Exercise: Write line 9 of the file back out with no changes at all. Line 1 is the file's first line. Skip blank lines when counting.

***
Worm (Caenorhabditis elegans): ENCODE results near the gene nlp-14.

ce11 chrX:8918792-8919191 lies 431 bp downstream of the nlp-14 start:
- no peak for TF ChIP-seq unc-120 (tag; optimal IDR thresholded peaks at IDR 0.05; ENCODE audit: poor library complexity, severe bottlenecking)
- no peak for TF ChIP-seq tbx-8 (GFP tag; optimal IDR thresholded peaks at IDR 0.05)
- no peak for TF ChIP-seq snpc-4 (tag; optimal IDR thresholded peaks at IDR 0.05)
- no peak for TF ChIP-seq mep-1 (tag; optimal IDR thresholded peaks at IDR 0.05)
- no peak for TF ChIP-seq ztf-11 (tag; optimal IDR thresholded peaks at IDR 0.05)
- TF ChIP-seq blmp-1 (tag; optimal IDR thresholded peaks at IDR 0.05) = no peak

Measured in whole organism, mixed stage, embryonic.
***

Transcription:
Measured in whole organism, mixed stage, embryonic.